Charles Cullen

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Charles Cullen
Charles Cullen (mug shot).jpg
Charles Cullen in custody
Born Charles Edmund Cullen
(1960-02-22) February 22, 1960 (age 58)
West Orange, New Jersey
Occupation Nurse
Criminal penalty 18 consecutive life sentences (eligible for parole in 2403)
Details
Victims 29–35+ confirmed; some authorities suspect several hundred more victims[1]
Country U.S.
State(s) New Jersey, Pennsylvania
Date apprehended
December 15, 2003

Charles Edmund Cullen (born February 22, 1960) is an American serial killer.[1] Cullen confessed to authorities that he killed up to forty patients during the course of his sixteen-year career as a nurse in New Jersey.[2] However, in subsequent interviews with police, psychiatrists, and journalists,[3] it became apparent that he had killed many more, whom he could not specifically remember by name, though he could often remember details of their murders.[4] Experts have estimated that Cullen may ultimately be responsible for 400 deaths, which would make him the most prolific serial killer in recorded history.[1]

Early life[edit]

Cullen was born in West Orange, New Jersey, and was the youngest of eight children. His father, a bus driver, was 58 years old at the time of Cullen's birth and died when he was seven months old. At age nine, Cullen, who has described his childhood as miserable, made the first of many suicide attempts by drinking chemicals from a chemistry set. Later, working as a nurse, Cullen claimed to have fantasized about stealing drugs from the hospital where he worked and using them to end his life.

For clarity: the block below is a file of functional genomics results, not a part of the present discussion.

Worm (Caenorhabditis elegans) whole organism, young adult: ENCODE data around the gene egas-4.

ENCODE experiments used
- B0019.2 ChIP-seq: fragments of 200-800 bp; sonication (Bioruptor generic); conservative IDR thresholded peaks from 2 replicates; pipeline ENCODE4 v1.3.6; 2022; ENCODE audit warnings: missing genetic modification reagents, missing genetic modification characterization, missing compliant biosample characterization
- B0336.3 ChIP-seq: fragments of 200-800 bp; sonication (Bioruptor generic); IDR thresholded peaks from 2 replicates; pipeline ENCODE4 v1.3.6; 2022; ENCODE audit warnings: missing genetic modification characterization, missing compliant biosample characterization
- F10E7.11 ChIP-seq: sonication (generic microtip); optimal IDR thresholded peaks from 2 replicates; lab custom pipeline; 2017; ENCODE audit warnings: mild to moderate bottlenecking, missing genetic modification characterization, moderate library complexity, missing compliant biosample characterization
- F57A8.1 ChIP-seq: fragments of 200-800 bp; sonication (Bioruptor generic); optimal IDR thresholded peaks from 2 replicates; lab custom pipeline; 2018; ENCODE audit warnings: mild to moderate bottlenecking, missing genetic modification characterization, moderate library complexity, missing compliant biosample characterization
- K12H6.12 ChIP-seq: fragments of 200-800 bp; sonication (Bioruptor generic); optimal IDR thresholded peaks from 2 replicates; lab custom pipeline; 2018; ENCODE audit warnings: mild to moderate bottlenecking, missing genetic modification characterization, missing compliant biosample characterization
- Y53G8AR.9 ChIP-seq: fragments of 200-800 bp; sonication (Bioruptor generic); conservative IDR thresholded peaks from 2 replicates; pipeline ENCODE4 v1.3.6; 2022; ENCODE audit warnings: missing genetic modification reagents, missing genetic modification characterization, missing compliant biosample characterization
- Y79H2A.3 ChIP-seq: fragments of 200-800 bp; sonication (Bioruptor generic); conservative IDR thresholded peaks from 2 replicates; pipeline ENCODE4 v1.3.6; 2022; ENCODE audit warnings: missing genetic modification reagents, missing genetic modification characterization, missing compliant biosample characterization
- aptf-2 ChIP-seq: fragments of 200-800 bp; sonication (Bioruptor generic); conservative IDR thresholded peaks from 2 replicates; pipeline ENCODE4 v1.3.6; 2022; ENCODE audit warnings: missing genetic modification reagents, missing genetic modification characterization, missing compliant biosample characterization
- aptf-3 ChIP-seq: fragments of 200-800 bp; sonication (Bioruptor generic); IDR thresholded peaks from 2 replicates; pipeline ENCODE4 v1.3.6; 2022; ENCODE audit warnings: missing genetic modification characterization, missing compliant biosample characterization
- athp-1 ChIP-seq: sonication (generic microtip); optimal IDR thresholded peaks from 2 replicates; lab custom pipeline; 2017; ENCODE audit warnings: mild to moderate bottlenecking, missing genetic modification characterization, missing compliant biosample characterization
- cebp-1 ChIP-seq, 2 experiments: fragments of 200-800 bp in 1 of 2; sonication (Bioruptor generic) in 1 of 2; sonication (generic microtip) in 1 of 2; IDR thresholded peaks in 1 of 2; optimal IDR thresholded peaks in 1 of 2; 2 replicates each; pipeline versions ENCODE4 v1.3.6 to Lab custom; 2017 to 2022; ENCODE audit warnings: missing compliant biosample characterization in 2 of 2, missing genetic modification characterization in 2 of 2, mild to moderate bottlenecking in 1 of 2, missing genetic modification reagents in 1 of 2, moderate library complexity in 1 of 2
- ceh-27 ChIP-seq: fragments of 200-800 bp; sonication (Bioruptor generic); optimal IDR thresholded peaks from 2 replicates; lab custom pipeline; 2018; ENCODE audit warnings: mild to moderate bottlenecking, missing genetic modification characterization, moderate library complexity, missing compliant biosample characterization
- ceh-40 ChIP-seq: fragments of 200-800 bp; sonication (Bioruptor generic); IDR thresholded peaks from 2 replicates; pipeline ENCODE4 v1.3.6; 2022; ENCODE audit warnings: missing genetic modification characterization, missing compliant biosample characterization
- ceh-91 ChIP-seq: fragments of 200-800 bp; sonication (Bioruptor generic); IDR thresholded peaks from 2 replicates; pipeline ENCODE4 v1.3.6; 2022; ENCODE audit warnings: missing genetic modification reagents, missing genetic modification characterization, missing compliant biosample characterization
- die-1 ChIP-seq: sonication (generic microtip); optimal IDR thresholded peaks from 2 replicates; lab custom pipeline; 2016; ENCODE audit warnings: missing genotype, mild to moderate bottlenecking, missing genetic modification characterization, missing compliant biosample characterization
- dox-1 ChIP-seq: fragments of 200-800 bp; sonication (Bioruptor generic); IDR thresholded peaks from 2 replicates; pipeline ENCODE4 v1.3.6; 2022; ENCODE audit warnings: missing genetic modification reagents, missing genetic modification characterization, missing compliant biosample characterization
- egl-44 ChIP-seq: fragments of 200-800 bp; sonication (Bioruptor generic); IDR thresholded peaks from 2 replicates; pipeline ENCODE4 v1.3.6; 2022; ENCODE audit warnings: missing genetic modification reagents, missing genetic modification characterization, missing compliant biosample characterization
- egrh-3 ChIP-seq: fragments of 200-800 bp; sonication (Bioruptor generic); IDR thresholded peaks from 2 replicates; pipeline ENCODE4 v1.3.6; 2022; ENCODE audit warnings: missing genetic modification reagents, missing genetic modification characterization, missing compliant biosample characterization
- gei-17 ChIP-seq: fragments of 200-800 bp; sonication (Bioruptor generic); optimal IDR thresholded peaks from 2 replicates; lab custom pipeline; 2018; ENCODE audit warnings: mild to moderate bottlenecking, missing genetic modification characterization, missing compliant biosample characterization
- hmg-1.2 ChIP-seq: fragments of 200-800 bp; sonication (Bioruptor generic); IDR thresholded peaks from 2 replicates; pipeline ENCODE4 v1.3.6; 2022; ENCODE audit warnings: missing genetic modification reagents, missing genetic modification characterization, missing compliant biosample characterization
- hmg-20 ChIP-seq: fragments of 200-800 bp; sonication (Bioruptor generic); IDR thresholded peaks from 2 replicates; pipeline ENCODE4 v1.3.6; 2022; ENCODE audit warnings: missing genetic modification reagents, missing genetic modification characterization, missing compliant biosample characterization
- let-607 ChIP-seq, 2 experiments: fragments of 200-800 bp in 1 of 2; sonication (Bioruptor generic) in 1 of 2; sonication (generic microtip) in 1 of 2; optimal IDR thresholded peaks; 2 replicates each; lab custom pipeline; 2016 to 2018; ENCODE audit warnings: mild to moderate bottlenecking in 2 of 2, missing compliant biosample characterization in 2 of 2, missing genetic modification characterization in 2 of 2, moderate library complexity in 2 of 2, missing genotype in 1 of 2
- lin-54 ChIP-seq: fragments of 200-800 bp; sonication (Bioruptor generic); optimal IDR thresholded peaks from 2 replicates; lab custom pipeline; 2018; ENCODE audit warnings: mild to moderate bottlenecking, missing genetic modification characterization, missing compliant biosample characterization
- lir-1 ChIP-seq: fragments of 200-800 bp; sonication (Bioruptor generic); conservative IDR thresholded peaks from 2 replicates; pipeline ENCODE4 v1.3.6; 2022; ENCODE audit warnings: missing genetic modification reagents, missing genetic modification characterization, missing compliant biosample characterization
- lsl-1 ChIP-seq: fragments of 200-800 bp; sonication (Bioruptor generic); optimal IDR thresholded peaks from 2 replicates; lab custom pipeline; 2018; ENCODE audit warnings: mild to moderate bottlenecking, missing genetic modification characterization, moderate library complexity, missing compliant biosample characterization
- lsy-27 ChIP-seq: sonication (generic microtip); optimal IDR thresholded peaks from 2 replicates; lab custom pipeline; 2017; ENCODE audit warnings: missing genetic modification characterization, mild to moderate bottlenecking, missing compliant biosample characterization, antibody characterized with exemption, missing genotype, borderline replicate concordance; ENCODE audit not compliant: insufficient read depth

In 1977, Cullen's mother died in a car accident. The following year, he dropped out of high school and enlisted in the U.S. Navy, where he served aboard the submarine USS Woodrow Wilson. He rose to the rank of petty officer third class as part of the team that operated the ship's Poseidon missiles. When he began to show signs of instability, Cullen was transferred to the supply ship USS Canopus. He attempted suicide seven times over the next few years. He received a medical discharge from the Navy in 1984.

Shortly after his discharge, Cullen enrolled at the Mountainside Hospital School of Nursing in Montclair, New Jersey. Elected president of his nursing class, he graduated in 1987 and started work at the burn unit of St. Barnabas Medical Center in Livingston.[5]

Murders[edit]

Somerset Medical Center

Cullen's first confessed murders occurred at St. Barnabas. On June 11, 1988, he administered a lethal overdose of intravenous medication to a patient.[6] He admitted to killing several other patients at St. Barnabas, including an AIDS patient who died after being given an overdose of insulin.[4] Cullen left St. Barnabas in January 1992 when hospital authorities began investigating who had contaminated IV bags; the investigation determined that Cullen was most likely responsible, resulting in dozens of patient deaths at the hospital.[4]